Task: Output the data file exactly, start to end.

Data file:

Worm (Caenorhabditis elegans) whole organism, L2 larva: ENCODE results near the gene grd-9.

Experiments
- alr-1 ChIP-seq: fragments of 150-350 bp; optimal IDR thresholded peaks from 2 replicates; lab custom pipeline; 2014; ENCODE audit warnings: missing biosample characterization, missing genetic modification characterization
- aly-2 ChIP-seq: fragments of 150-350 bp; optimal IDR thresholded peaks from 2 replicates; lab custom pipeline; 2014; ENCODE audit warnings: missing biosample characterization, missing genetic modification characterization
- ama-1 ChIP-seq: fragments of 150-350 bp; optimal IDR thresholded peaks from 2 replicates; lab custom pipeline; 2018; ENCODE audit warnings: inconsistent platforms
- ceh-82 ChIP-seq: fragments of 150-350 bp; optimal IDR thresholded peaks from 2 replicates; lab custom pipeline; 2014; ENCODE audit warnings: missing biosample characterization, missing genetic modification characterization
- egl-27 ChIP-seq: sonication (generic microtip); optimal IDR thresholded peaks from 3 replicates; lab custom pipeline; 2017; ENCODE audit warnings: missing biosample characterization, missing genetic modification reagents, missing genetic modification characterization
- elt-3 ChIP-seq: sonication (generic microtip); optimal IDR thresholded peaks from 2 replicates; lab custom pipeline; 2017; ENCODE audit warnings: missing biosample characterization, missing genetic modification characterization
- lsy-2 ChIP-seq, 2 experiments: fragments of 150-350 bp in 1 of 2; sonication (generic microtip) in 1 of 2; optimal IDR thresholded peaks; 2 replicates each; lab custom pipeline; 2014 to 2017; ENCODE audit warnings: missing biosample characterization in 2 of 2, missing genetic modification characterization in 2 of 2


Worm (Caenorhabditis elegans) whole organism, L2 larva: ENCODE results near the gene grd-9.

Experiments
- alr-1 ChIP-seq: fragments of 150-350 bp; optimal IDR thresholded peaks from 2 replicates; lab custom pipeline; 2014; ENCODE audit warnings: missing biosample characterization, missing genetic modification characterization
- aly-2 ChIP-seq: fragments of 150-350 bp; optimal IDR thresholded peaks from 2 replicates; lab custom pipeline; 2014; ENCODE audit warnings: missing biosample characterization, missing genetic modification characterization
- ama-1 ChIP-seq: fragments of 150-350 bp; optimal IDR thresholded peaks from 2 replicates; lab custom pipeline; 2018; ENCODE audit warnings: inconsistent platforms
- ceh-82 ChIP-seq: fragments of 150-350 bp; optimal IDR thresholded peaks from 2 replicates; lab custom pipeline; 2014; ENCODE audit warnings: missing biosample characterization, missing genetic modification characterization
- egl-27 ChIP-seq: sonication (generic microtip); optimal IDR thresholded peaks from 3 replicates; lab custom pipeline; 2017; ENCODE audit warnings: missing biosample characterization, missing genetic modification reagents, missing genetic modification characterization
- elt-3 ChIP-seq: sonication (generic microtip); optimal IDR thresholded peaks from 2 replicates; lab custom pipeline; 2017; ENCODE audit warnings: missing biosample characterization, missing genetic modification characterization
- lsy-2 ChIP-seq, 2 experiments: fragments of 150-350 bp in 1 of 2; sonication (generic microtip) in 1 of 2; optimal IDR thresholded peaks; 2 replicates each; lab custom pipeline; 2014 to 2017; ENCODE audit warnings: missing biosample characterization in 2 of 2, missing genetic modification characterization in 2 of 2